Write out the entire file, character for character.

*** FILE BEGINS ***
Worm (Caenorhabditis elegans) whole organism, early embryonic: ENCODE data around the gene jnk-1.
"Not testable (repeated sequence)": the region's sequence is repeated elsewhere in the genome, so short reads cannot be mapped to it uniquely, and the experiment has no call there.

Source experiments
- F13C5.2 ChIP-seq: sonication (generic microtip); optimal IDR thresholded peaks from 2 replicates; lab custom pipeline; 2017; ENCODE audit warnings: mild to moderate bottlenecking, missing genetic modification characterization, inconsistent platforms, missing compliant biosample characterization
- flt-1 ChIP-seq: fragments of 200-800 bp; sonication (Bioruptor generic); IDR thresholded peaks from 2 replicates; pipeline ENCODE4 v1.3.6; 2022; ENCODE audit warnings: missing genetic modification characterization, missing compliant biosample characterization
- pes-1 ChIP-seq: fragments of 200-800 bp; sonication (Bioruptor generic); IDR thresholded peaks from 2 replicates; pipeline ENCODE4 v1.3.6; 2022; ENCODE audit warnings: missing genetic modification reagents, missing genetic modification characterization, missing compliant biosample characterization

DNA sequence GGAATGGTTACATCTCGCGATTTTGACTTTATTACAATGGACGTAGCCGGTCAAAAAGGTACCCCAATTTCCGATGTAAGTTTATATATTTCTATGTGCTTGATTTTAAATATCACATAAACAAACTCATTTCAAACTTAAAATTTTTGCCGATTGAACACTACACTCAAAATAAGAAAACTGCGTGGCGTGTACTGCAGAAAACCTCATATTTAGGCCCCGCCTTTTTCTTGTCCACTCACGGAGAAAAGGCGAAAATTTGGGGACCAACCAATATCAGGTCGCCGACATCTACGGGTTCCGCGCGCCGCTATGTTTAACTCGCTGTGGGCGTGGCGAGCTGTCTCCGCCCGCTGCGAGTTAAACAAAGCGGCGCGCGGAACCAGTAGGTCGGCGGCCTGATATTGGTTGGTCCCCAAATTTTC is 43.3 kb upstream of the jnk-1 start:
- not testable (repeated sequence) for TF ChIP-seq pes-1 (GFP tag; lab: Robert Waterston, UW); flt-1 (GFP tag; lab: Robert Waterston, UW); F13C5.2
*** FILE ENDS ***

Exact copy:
Worm (Caenorhabditis elegans) whole organism, early embryonic: ENCODE data around the gene jnk-1.
"Not testable (repeated sequence)": the region's sequence is repeated elsewhere in the genome, so short reads cannot be mapped to it uniquely, and the experiment has no call there.

Source experiments
- F13C5.2 ChIP-seq: sonication (generic microtip); optimal IDR thresholded peaks from 2 replicates; lab custom pipeline; 2017; ENCODE audit warnings: mild to moderate bottlenecking, missing genetic modification characterization, inconsistent platforms, missing compliant biosample characterization
- flt-1 ChIP-seq: fragments of 200-800 bp; sonication (Bioruptor generic); IDR thresholded peaks from 2 replicates; pipeline ENCODE4 v1.3.6; 2022; ENCODE audit warnings: missing genetic modification characterization, missing compliant biosample characterization
- pes-1 ChIP-seq: fragments of 200-800 bp; sonication (Bioruptor generic); IDR thresholded peaks from 2 replicates; pipeline ENCODE4 v1.3.6; 2022; ENCODE audit warnings: missing genetic modification reagents, missing genetic modification characterization, missing compliant biosample characterization

DNA sequence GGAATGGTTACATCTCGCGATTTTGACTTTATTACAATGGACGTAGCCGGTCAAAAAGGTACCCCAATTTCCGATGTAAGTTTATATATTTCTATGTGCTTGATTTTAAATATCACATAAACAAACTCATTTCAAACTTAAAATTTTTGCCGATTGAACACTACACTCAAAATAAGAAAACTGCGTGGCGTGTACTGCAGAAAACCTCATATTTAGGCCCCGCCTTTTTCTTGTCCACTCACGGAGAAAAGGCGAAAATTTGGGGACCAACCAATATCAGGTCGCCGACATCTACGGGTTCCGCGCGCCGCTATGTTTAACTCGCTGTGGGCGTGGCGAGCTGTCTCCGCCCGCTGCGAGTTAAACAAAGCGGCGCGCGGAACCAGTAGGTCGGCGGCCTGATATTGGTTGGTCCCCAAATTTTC is 43.3 kb upstream of the jnk-1 start:
- not testable (repeated sequence) for TF ChIP-seq pes-1 (GFP tag; lab: Robert Waterston, UW); flt-1 (GFP tag; lab: Robert Waterston, UW); F13C5.2